The first black hole to be photographed now has a name

That black hole you’ve seen everywhere now has a name.

It’s been christened Powehi — a Hawaiian phrase referring to an “embellished dark source of unending creation.”

The groundbreaking, first-ever photograph of a black hole was published around the world when it was unveiled on Wednesday, captivating viewers and providing the only direct visual evidence that these regions of spacetime exist.

The responsibility of finding it a name fell to Larry Kimura, a Hawaiian language professor at the University of Hawaii at Hilo, who was approached by astronomers involved with the project. Two of the eight telescopes used to capture the photograph are located in Hawaii.

Powehi was chosen for its roots in the Kumulipo, an 18th-century Hawaiian chant that describes a creation story.

It puts together two terms from the chant: Po, meaning profound dark source of unending creation, and wehi (or wehiwehi) which is one of the several ways that po is described in the chant.

“It is awesome that we, as Hawaiians today, are able to connect to an identity from long ago, as chanted in the 2,102 lines of the Kumulipo, and bring forward this precious inheritance for our lives today,” Kimura said in a statement.

“To have the privilege of giving a Hawaiian name to the very first scientific confirmation of a black hole is very meaningful to me and my Hawaiian lineage that comes from po,” he added. “I hope we are able to continue naming future black holes from Hawaii astronomy according to the Kumulipo.”

Powehi was captured by the Event Horizon Telescope, a project that connected eight telescopes around the world.

The supermassive black hole and its shadow, at the center of a galaxy known as M87, were photographed back in April 2017, but the results were only revealed on Wednesday.

“We have seen what we thought was unseeable,” said Sheperd Doeleman, director of the Event Horizon Telescope Collaboration, unveiling the historic snap. “We have seen and taken a picture of a black hole.”

More than 200 researchers were involved in the project, and they had worked for more than a decade to capture the image. The project is named after the event horizon, the proposed boundary around a black hole that represents the point of no return where no light or radiation can escape.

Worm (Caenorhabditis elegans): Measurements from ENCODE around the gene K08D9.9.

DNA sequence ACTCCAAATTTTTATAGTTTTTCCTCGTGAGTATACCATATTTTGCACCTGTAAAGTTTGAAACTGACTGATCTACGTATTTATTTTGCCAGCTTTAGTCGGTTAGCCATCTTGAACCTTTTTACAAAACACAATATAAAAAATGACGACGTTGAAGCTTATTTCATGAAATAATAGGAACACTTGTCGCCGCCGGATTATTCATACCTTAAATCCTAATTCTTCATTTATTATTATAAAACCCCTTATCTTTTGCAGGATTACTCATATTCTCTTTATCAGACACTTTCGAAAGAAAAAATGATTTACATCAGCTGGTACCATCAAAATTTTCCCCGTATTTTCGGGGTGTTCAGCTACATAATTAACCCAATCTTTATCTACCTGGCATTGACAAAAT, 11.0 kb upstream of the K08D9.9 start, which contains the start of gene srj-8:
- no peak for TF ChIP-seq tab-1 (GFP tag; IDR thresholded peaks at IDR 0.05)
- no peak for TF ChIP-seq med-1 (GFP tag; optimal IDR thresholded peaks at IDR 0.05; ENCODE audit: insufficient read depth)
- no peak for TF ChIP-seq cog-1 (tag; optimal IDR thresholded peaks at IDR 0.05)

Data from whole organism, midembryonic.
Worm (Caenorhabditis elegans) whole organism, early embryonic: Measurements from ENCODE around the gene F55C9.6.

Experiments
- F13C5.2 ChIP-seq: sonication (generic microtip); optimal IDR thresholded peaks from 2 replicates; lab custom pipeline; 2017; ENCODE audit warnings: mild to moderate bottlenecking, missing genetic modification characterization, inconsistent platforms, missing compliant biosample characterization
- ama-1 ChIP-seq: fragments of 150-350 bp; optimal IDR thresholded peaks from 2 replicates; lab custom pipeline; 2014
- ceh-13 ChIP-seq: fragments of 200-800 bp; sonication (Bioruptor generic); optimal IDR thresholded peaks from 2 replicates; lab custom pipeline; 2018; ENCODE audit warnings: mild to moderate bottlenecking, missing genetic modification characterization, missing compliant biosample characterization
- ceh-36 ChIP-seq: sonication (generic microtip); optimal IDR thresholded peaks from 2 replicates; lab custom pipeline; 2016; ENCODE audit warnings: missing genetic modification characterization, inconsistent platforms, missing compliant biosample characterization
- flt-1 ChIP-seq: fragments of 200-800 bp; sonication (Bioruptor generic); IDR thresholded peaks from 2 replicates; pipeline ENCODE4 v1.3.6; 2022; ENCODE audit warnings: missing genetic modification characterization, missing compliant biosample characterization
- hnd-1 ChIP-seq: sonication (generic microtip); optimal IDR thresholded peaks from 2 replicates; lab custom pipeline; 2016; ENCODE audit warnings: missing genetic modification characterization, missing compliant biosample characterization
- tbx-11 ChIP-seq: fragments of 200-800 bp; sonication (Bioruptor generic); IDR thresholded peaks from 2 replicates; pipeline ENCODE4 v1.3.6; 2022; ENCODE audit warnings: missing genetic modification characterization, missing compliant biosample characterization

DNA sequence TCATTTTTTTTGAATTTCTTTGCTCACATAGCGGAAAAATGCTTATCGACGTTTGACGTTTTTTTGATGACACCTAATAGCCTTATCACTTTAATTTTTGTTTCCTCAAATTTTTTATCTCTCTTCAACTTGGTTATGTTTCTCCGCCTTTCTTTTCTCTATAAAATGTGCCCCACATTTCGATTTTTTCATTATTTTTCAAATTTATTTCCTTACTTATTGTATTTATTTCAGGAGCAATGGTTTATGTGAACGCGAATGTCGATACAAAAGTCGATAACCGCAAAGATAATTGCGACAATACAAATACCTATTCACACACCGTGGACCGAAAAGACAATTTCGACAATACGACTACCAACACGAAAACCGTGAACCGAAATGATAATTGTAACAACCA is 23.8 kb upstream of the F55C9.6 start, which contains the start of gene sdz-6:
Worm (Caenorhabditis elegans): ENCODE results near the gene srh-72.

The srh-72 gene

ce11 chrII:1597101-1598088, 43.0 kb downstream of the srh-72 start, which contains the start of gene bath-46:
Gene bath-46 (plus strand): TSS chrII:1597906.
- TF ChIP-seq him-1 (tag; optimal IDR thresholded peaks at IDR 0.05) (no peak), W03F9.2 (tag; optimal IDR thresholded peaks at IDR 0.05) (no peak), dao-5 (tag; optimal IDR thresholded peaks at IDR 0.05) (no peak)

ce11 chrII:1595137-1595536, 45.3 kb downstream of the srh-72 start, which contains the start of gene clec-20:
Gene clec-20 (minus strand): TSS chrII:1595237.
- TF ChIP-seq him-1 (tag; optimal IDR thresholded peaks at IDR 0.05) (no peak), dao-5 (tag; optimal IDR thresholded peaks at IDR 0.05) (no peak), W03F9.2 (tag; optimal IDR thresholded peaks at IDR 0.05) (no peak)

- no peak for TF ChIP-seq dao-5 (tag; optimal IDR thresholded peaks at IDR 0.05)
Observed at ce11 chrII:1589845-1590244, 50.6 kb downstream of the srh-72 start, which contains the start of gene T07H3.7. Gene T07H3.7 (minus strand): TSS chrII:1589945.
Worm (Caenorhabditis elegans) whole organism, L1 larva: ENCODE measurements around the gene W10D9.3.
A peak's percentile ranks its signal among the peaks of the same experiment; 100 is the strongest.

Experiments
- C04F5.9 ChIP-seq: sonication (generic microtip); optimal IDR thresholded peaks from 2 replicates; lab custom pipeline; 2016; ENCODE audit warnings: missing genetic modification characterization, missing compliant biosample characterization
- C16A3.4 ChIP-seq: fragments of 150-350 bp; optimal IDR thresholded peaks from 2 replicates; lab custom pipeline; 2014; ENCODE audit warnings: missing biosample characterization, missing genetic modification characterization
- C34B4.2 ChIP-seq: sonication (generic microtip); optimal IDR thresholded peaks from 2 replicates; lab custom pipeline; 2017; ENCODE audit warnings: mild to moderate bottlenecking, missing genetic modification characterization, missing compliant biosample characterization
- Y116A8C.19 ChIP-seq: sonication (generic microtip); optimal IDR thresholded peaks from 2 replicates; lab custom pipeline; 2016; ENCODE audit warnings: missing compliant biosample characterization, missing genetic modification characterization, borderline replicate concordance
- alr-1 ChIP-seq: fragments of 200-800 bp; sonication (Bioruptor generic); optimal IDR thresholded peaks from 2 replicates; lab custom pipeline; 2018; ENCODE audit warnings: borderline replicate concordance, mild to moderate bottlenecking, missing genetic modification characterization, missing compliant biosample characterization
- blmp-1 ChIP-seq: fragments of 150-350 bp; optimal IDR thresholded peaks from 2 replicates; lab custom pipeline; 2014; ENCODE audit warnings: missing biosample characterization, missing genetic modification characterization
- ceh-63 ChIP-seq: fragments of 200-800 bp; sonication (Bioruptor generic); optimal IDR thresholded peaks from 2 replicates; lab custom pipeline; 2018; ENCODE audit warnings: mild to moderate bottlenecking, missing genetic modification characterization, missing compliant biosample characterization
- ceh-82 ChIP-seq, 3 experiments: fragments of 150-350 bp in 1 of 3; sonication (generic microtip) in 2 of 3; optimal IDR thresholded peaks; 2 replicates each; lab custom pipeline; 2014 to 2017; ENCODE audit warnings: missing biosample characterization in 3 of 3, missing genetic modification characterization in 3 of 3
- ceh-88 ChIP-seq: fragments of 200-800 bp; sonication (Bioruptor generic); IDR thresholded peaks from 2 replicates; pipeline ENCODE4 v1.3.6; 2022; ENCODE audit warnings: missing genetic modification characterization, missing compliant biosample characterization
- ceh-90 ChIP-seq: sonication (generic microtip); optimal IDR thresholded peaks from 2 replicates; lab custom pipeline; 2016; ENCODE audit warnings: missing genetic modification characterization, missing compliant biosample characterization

The telescope array collected 5,000 trillion bytes of data over two weeks, which was processed through supercomputers so that the scientists could retrieve the images.

“Powehi, as a name, is so perfect, because it provides real truths about the image of a black hole that we see,” Jessica Dempsey of the James Clerk Maxwell Telescope, said in a video released by the University of Hawaii about the naming.

There is no custom code to display.

Blogs

Read the Mueller report for yourself HERE!

Read the Mueller report for yourself HERE!

Yes, its 448 pages long. Yes, It’s redacted. Weekend reading for those of you avid readers. For those of you worried about context, media bias, partisan politics, etc. Use your own eyes! While I pride myself on my opinion as does Kasper, Chris, Rush, Shapiro, Levin, Savage, and everyone else over the air, internet, neighbor,…

We Need Walter Cronkite Now More than Ever

We Need Walter Cronkite Now More than Ever

Most of us, who are over the age of 40 remember the CBS Evening News with Walter Cronkite. At one time, Walter Cronkite, was not just the most trusted name in news, he was the most trusted person in America. Cronkite anchored the CBS evening news from 1962 till 1981. His nightly news program averaged…

Spring football fans are true fans

Spring football fans are true fans

Football fans love to sit in judgment.  It’s part of the fun of watching the game.  When a pass play doesn’t work, it’s fun to turn to the guy next to you and say, “I don’t understand why they’re not running the ball.”  When a running play goes nowhere, it’s fun to say, “They should…

Worthington BLOG: Should I Leave the Republican Party?

Worthington BLOG: Should I Leave the Republican Party?

Worthington BLOG: Should I Leave the Republican Party? Rick Worthington 4/3/19   I look at the “old republican guard” and it’s refusal to modernize and catch up with the rest of the country. I find new blood and new ideas are badly needed. I support government that it is accountable to the people and does…